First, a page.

Sen. Bob Corker, a Republican from Tennessee and the chair of the Senate Foreign Relations Committee, is escalating his public criticism of President Donald Trump, following a Sunday morning Twitter spat.
Trump, Corker told the New York Times in an extensive interview Sunday night, "would have to concern anyone who cares about our nation.”
“I know for a fact that every single day at the White House, it’s a situation of trying to contain him,” he added.
Corker, who recently announced that he will not seek reelection next year, had called the White House "an adult day care center" in a morning tweet, in response to an attack from the president on Twitter.
In a series of tweets, Trump claimed that Corker "begged" him for an endorsement and then decided to retire when Trump declined.
Trump also said he turned down Corker's bid for secretary of state, and added that Corker is "largely responsible for the horrendous Iran deal."
A source familiar with the situation told BuzzFeed News that "all claims made in the president’s tweets are false. The president called the senator early last week and asked him to reconsider his decision not to seek reelection and reaffirmed that he would have endorsed him, as he has said many times."
Corker suggested the same to the New York Times Sunday night.“I don’t know why the president tweets out things that are not true,” the senator told the Times. “You know he does it, everyone knows he does it, but he does.”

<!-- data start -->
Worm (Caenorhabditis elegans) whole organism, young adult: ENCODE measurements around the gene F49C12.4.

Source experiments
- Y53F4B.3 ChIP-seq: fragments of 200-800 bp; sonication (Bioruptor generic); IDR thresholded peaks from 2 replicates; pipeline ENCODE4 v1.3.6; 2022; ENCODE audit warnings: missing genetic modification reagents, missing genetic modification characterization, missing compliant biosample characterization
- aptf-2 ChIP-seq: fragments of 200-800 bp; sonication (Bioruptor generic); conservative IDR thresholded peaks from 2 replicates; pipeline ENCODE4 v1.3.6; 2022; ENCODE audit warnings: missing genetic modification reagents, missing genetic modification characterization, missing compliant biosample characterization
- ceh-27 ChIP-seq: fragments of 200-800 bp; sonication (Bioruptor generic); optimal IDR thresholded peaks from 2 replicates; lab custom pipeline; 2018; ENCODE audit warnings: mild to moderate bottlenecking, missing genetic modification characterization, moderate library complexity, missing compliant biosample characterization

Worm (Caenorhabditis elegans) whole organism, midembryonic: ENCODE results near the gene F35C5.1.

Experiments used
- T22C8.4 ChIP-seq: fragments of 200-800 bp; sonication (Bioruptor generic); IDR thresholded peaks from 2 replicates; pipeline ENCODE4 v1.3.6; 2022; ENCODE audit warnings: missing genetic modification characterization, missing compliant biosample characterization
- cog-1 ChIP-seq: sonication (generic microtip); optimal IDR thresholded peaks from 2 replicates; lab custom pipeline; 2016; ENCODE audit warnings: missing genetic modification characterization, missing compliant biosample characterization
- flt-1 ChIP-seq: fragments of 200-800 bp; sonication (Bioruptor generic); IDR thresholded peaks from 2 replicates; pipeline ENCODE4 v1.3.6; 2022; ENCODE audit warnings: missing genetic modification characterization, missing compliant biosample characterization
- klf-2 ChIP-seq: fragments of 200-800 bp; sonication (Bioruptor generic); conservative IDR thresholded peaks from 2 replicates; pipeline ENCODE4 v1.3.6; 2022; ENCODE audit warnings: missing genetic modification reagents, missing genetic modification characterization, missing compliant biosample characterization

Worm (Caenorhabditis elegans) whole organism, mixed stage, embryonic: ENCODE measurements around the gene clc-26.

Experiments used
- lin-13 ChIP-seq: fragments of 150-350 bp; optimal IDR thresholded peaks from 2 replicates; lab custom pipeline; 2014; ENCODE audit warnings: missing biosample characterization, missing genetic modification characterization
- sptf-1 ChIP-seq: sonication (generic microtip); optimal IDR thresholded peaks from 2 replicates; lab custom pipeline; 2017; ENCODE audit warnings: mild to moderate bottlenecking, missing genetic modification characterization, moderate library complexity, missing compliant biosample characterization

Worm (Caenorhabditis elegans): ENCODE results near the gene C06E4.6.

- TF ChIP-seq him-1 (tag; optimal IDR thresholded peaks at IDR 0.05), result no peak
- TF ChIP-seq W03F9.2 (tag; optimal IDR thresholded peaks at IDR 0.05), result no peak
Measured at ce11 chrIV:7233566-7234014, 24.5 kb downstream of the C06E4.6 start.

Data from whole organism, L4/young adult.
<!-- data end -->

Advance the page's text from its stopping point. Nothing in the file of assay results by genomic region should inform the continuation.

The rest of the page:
Corker also suggested that more than impacting him personally, the president's Twitter habits have damaged diplomatic negotiations.
"I know he has hurt, in several instances, he’s hurt us as it relates to negotiations that were underway by tweeting things out,” he told the Times.
Corker, an early supporter of Trump, has been increasingly critical of the president in recent months. Last week, he told reporters Secretary of State Rex Tillerson, Chief of Staff John Kelly, and Secretary of Defense James Mattis are helping “separate our country from chaos." And in August, he said Trump “has not yet been able to demonstrate the stability nor some of the competence that he needs to demonstrate in order to be successful.”